The four people at the core of our “sound” are me, Dan Holiday, my business partner and co-conspirator in Throwback Nation Radio, Brian Sieminski, who produces the pieces, and Frank Monroe, who is our voiceover artist. A lot of the writing comes from Dan and I brainstorming on song ideas and concepts we think to make sense, and then just taking the time to see them through. Brian is a fantastic producer whom I had the opportunity to work with at KZPT in Kansas City, and he has one of the most natural abilities to hear a piece and what it should sound like before he even sits down in front of Audition. And Frank, who is a Creative Services Director himself (at Good Karma’s WTMJ in Milwaukee) has a good sense of what we’re looking for with voiceover because he produces other people’s voices every day. (It also doesn’t hurt that he’s an ‘80s music aficionado and will BEAT YOU AND YOUR TEAM in a game of bar trivia, single-handed! So, he’s not afraid to chime in with ideas that make sense.)

What is the number one goal of radio imaging?
For me, it depends on your ratings system. This may seem very basic, but if you’re in a diary market, you want to make the imaging compelling enough – and memorable enough – that people write you down. Being a syndicated show, we know we’re going to have to work a little harder on that since we’re not necessarily the brand name of the radio station. We make sure we offer enough opportunities for the station to brand itself in the show so that doesn’t get lost.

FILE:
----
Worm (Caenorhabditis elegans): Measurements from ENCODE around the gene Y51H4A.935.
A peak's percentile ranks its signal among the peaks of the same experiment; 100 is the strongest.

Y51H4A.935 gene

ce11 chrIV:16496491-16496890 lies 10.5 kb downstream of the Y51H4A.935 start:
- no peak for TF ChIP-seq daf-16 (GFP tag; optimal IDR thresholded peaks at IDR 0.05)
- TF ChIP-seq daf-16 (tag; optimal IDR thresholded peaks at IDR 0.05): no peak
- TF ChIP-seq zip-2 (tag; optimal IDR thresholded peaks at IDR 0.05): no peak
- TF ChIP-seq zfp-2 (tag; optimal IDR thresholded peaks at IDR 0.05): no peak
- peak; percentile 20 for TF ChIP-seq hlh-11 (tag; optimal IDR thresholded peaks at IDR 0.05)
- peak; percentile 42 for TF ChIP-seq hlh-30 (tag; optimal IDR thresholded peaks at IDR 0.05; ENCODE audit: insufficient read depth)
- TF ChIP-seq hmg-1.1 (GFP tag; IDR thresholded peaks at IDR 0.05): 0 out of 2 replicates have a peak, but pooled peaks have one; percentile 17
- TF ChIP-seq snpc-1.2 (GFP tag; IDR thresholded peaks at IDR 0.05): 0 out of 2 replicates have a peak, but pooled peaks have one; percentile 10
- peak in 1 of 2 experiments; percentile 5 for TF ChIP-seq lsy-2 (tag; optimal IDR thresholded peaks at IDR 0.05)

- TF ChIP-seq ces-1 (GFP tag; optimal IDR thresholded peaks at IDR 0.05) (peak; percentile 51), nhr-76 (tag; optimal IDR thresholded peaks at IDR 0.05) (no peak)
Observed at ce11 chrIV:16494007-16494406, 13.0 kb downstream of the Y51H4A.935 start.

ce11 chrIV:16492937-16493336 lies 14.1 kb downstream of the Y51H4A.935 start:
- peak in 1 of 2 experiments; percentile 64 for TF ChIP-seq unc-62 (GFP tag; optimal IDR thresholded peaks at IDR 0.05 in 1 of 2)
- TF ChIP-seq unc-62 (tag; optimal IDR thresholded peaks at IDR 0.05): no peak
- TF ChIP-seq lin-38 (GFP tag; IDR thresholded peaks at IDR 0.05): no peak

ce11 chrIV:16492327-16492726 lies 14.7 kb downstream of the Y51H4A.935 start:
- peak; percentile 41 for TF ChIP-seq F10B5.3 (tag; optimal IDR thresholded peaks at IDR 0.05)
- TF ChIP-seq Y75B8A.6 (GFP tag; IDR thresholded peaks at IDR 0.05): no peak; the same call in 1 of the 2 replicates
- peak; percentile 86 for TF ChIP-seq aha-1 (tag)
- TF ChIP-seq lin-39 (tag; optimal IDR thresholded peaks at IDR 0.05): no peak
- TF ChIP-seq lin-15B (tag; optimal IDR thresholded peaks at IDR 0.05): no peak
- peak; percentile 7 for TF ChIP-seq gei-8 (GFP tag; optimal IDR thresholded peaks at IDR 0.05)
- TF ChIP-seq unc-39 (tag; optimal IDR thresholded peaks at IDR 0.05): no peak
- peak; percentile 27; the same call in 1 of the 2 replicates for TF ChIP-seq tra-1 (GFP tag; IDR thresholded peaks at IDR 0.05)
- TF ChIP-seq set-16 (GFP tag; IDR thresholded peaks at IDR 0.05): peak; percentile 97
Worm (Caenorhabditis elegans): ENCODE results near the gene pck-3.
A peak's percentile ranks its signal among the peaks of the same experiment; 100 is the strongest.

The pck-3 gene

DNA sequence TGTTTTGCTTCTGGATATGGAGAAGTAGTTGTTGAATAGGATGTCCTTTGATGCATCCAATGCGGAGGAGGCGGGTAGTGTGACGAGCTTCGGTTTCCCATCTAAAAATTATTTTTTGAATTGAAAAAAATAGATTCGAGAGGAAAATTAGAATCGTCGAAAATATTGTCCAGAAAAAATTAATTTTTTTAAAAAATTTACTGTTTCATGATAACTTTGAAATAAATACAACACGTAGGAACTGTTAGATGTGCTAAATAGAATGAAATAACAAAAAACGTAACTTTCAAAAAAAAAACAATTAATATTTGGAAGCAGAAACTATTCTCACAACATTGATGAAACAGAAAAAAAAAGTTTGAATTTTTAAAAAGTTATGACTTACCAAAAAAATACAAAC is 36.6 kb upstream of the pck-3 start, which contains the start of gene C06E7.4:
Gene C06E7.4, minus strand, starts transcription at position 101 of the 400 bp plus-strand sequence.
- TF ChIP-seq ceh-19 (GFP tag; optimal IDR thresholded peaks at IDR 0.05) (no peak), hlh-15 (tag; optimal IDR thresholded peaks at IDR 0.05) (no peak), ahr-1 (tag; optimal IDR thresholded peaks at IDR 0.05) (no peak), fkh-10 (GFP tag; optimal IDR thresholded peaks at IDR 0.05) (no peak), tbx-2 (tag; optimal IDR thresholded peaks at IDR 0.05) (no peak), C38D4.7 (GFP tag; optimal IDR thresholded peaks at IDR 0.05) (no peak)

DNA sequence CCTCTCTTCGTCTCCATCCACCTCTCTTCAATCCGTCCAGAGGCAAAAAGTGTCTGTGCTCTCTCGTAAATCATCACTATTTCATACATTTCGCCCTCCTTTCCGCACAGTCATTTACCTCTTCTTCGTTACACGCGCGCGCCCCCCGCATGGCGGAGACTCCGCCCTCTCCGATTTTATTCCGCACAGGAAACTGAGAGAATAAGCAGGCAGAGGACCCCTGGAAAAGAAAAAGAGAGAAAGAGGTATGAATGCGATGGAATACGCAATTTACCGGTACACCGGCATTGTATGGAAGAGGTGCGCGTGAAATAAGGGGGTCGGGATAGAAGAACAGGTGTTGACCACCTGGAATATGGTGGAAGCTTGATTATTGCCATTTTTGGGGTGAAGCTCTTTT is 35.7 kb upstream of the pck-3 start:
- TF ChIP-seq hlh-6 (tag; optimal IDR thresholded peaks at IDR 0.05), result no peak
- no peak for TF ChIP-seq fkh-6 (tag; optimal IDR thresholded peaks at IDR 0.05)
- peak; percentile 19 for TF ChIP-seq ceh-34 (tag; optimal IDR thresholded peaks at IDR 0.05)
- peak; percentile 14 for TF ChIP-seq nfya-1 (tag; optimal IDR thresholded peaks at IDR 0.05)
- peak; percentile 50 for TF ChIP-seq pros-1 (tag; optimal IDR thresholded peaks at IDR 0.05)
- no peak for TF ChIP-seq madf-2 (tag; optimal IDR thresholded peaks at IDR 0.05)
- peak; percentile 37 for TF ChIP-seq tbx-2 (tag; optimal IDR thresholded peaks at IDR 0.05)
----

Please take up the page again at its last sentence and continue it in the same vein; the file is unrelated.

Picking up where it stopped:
For PPM, I think the goal changes slightly; it becomes more about bridging tempo and texture, branding the sound of your station (or show, in our case), and having enough forward momentum to keep people tuned in.

How does imaging vary from a local station to national show?
GREAT question – and honestly, Rich – it’s one we’re still learning about! As I mentioned, we worked with our first slate of affiliates to make sure we were bringing in enough local imaging that they felt comfortable with how many times we branded their station per hour. I believe there is a healthy balance of two components here: (1) make your imaging creative enough that it sticks out and helps people remember what you are, and what you’re all about… and (2) make sure your imaging is aligned well enough with your affiliates so that it helps reinforce what they’re doing the rest of the day (or, if you’re a weekend show, the rest of the week). We are lucky that all our programmers and operators make local decisions to run our show and are involved in their day-to-day programming. In some cases, where that doesn’t happen, people clear shows and they’re not exactly the right fit for the brand. (We’ve all heard it before.) So, keeping an open dialogue with our programmers on a local level keeps us plugged in with the feedback they get on the show, and the feedback that they get on the station overall so we can make ourselves work for their stations the best we possibly can.

If a Brand Manager called you up and said, “we want our station to sound like Throwback Nation and we are working on imaging” – what would you tell him?
I’d say (1) call us and let’s get Throwback Nation Radio on your station (we’re adding new members to the nation EVERY DAY), (2) “let me get you Brian Sieminski’s number – because he’ll knock the production out of the park for you,” and (3) just keep writing…and writing… and writing some more! Not every joke that Jimmy Fallon’s team cranks out makes it on the Tonight Show. Our imaging is the same way. We’ve tried pieces and music concepts and produced them all up – then sat back and listened and said, “welp… that clunked!” Having the self-discipline to create ideas into copy and production, then sometimes not using them, is one of the toughest things of all. Just like the writers for Fallon, they write a lot of material before it hits the air.  We should be doing the same with our imaging.